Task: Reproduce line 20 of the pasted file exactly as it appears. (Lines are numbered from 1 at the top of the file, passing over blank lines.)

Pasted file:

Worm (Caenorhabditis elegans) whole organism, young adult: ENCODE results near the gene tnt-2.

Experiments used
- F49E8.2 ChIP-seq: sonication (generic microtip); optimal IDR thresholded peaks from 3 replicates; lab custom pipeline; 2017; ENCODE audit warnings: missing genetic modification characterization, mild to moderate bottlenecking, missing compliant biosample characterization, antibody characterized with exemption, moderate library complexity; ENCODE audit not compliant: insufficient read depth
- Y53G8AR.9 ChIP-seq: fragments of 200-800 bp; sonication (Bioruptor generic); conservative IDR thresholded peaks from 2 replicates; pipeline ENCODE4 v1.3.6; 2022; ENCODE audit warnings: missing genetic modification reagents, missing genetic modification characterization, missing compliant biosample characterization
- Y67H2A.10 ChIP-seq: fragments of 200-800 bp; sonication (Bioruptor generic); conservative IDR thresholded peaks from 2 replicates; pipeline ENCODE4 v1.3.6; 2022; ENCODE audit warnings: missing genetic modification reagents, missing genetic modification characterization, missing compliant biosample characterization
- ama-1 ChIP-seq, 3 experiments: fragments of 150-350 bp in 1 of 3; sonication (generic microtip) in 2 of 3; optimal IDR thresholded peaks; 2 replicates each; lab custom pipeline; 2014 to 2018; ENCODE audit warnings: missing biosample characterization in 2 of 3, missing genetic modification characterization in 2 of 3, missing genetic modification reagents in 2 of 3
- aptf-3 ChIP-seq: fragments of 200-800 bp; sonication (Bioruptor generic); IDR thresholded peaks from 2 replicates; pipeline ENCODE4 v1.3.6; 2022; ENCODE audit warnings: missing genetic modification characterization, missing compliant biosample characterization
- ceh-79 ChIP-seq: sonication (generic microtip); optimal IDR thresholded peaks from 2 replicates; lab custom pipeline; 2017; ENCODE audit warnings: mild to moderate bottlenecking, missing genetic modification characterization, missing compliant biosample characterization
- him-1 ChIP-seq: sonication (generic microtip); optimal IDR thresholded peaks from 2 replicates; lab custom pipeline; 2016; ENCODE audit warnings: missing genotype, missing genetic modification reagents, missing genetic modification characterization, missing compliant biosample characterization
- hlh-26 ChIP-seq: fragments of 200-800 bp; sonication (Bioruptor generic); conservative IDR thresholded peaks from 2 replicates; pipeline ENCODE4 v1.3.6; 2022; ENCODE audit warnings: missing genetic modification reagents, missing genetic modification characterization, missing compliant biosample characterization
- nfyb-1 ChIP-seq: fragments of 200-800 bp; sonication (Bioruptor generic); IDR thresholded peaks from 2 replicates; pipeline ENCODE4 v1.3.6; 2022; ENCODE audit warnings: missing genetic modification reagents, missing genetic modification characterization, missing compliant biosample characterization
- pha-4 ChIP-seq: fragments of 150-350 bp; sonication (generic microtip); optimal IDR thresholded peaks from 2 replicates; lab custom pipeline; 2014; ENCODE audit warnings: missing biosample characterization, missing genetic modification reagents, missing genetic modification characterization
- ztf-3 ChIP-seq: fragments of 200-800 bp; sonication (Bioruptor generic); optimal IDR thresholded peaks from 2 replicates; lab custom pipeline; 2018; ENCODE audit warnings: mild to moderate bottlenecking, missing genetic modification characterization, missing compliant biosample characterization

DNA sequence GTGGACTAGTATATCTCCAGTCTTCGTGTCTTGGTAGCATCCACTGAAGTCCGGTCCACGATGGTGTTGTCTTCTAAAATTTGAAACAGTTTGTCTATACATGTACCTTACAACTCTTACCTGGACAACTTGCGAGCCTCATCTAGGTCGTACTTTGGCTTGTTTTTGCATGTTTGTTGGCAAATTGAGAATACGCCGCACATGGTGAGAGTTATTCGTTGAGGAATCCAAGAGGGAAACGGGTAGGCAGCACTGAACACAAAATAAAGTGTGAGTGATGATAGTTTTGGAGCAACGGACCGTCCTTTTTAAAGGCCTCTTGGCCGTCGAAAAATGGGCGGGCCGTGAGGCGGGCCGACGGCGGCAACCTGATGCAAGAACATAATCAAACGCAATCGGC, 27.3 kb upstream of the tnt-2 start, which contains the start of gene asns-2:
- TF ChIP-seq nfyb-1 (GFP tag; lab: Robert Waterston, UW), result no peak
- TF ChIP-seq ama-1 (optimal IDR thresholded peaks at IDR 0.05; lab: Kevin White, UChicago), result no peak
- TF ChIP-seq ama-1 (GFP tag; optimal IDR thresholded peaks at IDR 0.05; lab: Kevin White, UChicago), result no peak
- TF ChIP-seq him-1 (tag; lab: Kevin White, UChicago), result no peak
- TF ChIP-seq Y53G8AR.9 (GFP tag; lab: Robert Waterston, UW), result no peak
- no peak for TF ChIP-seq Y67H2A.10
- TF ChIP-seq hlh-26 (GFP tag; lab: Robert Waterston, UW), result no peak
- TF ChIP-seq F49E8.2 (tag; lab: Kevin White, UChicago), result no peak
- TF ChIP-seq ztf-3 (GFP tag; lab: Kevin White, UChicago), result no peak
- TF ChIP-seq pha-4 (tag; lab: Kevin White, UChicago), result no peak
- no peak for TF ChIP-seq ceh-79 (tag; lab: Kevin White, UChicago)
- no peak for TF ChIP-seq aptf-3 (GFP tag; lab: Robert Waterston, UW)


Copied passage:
- no peak for TF ChIP-seq Y67H2A.10